"With chemical propellant, you take a big rocket to give a tiny spacecraft a big push to start, and then it coasts," Rayman said in a telephone interview from JPL, in Pasadena, Calif. "With ion propulsion, you use a smaller rocket, and the spacecraft does its own accelerating. It's not a hot rod, but over time, it can make faster flights."
Also, instead of relying on slingshot planetary "flybys" and brief "burns" of limited onboard fuel to alter course and speed, an ion engine-powered spacecraft is master of its own destination, a true spaceship able to add speed and make course changes almost at will.
As long as it has plenty of time.
Instead of flying directly to the moon, SMART-1 made 331 ever-expanding orbits of Earth, ultimately traveling more than 52 million miles to lunar rendezvous. During the voyage the spacecraft used the ion engine 289 times in burns lasting from "a few hours to about 10 days," Racca said. The spacecraft carried nearly 52 quarts of xenon at launch, designed to provide 7,000 hours of thrust at full power. At the time of its last burn Oct. 27, it had used 3,648 hours of fuel.
SMART-1 goes into lunar orbit today, 25,000 miles above the lunar surface, and between now and the middle of January, it will use the ion engine to slow down and make adjustments, eventually settling into an elliptical polar orbit at an altitude of 250 miles to 2,500 miles. That's when the six-month science mission will begin.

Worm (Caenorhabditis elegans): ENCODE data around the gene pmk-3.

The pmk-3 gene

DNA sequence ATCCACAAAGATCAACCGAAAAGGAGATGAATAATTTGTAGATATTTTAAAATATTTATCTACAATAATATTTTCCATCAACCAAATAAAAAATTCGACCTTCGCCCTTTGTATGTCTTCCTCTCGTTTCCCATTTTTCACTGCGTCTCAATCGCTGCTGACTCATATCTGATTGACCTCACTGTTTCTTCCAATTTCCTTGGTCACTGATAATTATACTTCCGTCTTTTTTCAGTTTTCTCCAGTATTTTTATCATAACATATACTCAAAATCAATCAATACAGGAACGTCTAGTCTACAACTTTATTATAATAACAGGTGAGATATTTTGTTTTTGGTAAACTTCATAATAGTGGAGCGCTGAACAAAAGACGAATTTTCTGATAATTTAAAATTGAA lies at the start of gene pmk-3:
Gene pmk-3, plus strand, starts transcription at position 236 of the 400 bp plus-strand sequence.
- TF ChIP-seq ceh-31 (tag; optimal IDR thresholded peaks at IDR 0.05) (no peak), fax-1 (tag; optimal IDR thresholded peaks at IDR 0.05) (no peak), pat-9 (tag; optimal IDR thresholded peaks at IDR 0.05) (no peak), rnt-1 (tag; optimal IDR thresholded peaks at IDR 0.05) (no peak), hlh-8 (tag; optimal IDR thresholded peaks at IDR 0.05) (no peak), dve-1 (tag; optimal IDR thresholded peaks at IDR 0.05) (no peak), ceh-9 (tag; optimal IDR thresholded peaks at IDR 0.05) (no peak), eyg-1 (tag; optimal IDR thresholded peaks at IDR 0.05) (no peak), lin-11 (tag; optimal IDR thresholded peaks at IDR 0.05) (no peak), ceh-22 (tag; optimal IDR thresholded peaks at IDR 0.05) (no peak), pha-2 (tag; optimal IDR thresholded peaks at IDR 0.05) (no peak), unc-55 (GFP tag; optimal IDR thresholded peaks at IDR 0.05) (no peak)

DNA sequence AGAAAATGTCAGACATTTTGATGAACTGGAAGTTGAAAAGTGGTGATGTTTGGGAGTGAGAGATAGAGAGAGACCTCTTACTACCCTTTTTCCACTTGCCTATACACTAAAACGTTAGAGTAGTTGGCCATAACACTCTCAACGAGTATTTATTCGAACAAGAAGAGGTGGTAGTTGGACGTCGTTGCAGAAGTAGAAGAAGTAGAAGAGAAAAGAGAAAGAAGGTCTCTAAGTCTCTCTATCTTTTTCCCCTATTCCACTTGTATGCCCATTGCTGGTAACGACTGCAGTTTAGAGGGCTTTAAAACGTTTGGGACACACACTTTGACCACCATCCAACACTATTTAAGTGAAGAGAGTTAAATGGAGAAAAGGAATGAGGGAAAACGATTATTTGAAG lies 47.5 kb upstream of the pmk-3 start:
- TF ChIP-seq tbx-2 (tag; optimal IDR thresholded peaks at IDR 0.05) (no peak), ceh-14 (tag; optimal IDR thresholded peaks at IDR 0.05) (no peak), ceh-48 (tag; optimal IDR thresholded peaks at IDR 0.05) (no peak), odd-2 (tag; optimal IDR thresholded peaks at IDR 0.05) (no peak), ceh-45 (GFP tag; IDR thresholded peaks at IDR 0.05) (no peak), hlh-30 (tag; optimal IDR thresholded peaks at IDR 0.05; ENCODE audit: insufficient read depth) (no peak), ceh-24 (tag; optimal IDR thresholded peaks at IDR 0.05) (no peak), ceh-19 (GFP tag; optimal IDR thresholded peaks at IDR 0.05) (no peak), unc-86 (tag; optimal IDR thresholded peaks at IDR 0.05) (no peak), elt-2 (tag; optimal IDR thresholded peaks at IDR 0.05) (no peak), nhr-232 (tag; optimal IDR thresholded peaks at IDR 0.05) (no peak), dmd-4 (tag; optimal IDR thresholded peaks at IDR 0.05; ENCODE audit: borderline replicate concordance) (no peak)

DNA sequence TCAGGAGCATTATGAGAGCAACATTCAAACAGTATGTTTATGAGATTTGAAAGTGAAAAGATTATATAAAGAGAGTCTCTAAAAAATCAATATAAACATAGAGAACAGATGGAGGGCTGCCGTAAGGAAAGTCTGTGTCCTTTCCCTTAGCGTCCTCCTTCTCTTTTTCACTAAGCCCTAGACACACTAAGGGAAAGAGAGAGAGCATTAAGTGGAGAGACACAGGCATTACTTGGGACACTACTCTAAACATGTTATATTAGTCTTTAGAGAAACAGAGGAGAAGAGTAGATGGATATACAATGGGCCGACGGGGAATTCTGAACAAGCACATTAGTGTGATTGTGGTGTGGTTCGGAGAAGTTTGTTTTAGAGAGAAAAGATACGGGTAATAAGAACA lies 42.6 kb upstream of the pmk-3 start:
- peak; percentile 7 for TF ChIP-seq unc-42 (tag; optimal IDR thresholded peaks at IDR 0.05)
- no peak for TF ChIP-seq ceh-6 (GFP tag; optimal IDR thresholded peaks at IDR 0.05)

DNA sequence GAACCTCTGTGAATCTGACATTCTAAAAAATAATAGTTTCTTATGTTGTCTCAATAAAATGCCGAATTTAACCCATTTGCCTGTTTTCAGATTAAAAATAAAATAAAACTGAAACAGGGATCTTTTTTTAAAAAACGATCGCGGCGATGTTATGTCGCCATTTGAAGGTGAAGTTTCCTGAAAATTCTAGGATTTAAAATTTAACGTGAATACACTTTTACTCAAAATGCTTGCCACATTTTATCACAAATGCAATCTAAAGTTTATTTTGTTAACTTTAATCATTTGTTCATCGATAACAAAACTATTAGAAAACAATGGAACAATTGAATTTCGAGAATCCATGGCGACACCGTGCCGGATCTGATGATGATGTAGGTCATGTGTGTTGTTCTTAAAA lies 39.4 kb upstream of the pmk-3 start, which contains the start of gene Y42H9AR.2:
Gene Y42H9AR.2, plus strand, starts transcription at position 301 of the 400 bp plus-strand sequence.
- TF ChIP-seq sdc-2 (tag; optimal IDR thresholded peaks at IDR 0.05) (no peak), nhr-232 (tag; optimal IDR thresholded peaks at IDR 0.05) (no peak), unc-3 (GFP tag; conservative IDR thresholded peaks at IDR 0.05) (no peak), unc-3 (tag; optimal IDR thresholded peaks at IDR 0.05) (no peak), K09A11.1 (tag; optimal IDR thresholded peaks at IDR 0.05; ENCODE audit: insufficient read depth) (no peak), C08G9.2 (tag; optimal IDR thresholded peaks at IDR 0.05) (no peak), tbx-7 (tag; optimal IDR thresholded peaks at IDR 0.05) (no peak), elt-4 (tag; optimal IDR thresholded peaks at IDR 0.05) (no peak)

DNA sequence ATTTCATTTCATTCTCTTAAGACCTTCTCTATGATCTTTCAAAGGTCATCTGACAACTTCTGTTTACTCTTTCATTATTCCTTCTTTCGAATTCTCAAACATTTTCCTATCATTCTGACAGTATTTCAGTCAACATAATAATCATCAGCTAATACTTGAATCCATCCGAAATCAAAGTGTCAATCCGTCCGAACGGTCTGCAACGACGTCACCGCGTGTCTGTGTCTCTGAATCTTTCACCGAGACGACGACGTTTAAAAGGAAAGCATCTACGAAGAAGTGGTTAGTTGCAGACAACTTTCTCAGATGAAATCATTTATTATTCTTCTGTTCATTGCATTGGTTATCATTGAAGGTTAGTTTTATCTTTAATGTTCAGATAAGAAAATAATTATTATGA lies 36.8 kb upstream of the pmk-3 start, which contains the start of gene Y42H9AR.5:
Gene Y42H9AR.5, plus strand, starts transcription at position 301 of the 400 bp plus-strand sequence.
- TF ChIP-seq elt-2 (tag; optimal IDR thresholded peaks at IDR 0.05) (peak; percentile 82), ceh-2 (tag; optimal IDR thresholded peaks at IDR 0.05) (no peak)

Although researchers have advanced many theories for the moon's origins, the current favorite holds that a Mars-size body sideswiped the young Earth shortly after its formation, flinging vaporized rock, dust and debris into space, where some of it clumped together by the force of gravity to create the moon.
Earlier moon explorations have established that moon rocks are very similar to Earth rocks, but the moon, unlike Earth, shows no evidence of a significant iron core. SMART-1 hopes to make an "inventory" of the elements on the moon, Foing said in a telephone interview, building on research begun during the Apollo era and continued more recently by the U.S. Clementine and Lunar Prospector missions of the 1990s.
The spacecraft will also try to use its infrared spectrometer to peek into the moon's polar craters and analyze the reflected light to see if it can find ice. This is a difficult task, because the spectrometer needs light, but ice, by definition, can survive on the moon only in sunless environments.
Mineral mapping and the search for ice in the moon's shaded recesses could be crucial for future lunar exploration.
"We're trying to understand the moon's resources and get them to the service of humanity," said Lunar Prospector lead scientist Alan Binder, speaking by telephone from Tucson, where he directs the Lunar Research Institute. "Also, the moon is clearly the jumping-off point for the expansion of humanity into the solar system."